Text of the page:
A growing number of studies are beginning to provide evidence that wearing a mask in public may, in fact, provide a significant amount of protection against COVID-19.
The wearing of masks during the COVID-19 pandemic remains a controversial topic, however, there is mounting support for the use of masks in public places, particularly indoors where physical distancing is difficult.
Researchers studied droplets that were spread during speaking and measure how long they stayed in the air using a laser light scattering method. The researchers recorded a person speaking for a period of twenty-five seconds. The recording continued for 80 minutes after the person finished speaking, after which the researchers were able to analyze the video for amount of scattered particles.
The researchers estimated that one minute of ‘loud speaking’ can disperse 1,000 droplets containing virus particles into the air. The researchers determined that these droplets that were spread into the air could stay suspended in the air for more than eight minutes. Theses particles could then be inhaled by those in close proximity and, according to the researchers, are “eminently capable of transmitting disease in confined spaces.” 1
Some researchers have suggested that existing evidence of virus particles suspended in droplets in the air suggests that these particles can spread more than the currently recommended 2 metres (6 feet) physical distancing recommendation, asserting that “inter-personal distance of 2 m can be reasonably considered as an effective protection only if everybody wears face masks in daily life activities.” 2
It is important to note that wearing face masks may be dangerous for some people. Face masks should not be placed on children younger than two years of age. Others who should not wear masks include who have trouble breathing or those who are unable to remove masks on their own.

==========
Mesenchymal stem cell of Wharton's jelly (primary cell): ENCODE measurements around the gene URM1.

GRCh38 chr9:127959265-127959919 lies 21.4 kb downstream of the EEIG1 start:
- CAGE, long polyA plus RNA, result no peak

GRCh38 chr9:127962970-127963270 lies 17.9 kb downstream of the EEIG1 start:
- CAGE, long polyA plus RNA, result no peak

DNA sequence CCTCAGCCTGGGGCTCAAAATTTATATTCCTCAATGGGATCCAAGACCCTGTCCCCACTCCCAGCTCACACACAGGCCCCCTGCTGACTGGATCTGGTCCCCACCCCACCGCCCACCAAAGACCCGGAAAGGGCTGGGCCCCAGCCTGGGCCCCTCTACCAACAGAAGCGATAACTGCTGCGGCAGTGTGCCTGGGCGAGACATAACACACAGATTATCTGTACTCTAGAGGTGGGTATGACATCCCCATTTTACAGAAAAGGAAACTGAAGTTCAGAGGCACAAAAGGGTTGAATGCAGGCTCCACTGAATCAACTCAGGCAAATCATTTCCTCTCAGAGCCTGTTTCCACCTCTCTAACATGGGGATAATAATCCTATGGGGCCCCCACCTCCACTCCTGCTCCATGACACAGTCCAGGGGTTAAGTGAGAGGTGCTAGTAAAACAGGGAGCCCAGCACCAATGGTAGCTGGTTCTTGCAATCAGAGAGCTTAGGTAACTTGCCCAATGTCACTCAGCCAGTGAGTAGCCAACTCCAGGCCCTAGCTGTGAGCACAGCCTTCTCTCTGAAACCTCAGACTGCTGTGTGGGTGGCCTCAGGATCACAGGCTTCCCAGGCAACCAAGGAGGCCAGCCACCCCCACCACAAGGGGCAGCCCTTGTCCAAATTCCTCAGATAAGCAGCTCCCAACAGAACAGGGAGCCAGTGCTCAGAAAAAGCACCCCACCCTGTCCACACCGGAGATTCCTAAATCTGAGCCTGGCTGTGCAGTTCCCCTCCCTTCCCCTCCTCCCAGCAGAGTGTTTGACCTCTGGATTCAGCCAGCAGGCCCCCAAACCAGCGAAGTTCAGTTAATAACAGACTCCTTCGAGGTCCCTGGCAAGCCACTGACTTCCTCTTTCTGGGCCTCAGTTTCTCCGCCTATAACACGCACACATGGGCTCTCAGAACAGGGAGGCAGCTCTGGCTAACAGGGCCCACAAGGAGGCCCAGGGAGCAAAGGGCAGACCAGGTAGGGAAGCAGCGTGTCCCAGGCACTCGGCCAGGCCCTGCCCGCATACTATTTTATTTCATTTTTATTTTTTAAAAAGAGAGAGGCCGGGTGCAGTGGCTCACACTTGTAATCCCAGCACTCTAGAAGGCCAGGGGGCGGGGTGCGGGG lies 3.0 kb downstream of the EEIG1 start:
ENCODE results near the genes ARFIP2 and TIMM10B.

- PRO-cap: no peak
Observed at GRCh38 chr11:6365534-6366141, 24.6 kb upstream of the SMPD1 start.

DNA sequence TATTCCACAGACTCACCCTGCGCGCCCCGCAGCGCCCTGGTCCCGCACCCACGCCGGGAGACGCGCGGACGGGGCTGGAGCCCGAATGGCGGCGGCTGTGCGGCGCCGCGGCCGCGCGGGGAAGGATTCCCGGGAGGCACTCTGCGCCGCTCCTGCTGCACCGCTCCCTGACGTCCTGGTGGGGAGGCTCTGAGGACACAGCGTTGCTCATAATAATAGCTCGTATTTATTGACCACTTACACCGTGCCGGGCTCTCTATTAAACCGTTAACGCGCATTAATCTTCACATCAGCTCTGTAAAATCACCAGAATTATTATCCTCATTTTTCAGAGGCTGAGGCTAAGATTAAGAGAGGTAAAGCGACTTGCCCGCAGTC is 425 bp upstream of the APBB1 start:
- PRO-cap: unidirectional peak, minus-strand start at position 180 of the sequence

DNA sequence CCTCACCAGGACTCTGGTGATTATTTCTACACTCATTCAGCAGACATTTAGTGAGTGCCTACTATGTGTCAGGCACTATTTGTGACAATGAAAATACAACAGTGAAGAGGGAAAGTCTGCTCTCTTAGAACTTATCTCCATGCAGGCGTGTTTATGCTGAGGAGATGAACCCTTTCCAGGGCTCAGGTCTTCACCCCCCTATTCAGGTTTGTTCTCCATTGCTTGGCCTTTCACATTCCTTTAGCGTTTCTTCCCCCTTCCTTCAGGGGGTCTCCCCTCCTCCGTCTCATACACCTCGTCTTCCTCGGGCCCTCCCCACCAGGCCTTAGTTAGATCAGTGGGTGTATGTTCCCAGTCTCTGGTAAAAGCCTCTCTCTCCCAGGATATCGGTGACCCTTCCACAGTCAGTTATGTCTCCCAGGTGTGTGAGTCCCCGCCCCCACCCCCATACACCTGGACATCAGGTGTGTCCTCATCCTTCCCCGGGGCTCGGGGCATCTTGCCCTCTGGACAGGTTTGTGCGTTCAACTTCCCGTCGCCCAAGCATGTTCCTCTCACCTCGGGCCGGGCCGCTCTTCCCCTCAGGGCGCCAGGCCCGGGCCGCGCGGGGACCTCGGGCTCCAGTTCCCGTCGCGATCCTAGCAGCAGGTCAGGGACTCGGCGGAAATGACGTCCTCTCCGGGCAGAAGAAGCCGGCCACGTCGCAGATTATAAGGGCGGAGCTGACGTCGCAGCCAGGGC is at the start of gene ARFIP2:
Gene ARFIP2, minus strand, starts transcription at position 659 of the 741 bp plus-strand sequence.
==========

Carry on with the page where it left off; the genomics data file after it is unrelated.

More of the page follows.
Currently, the CDC and Health Canada recommend the wearing of non-medical face masks when you are in public places, particularly where it is difficult to maintain physical distancing, for example at stores or when using public transport. 3,4
- The airborne lifetime of small speech droplets and their potential importance in SARS-CoV-2 transmission. Valentyn Stadnytskyi, Christina E. Bax, Adriaan Bax, Philip Anfinrud. Proceedings of the National Academy of Sciences Jun 2020, 117 (22) 11875-11877; DOI: 10.1073/pnas.2006874117 https://www.pnas.org/content/early/2020/05/12/2006874117
- Setti, L.; Passarini, F.; De Gennaro, G.; Barbieri, P.; Perrone, M.G.; Borelli, M.; Palmisani, J.; Di Gilio, A.; Piscitelli, P.; Miani, A. Airborne Transmission Route of COVID-19: Why 2 Meters/6 Feet of Inter-Personal Distance Could Not Be Enough. Int. J. Environ. Res. Public Health 2020, 17, 2932. https://www.mdpi.com/1660-4601/17/8/2932
- CDC. Considerations for Wearing Cloth Face Coverings. Available at: https://www.cdc.gov/coronavirus/2019-ncov/prevent-getting-sick/cloth-face-cover-guidance.html
- Government of Canada. Non-medical masks and face coverings: About. Available at:https://www.canada.ca/en/public-health/services/diseases/2019-novel-coronavirus-infection/prevention-risks/about-non-medical-masks-face-coverings.html
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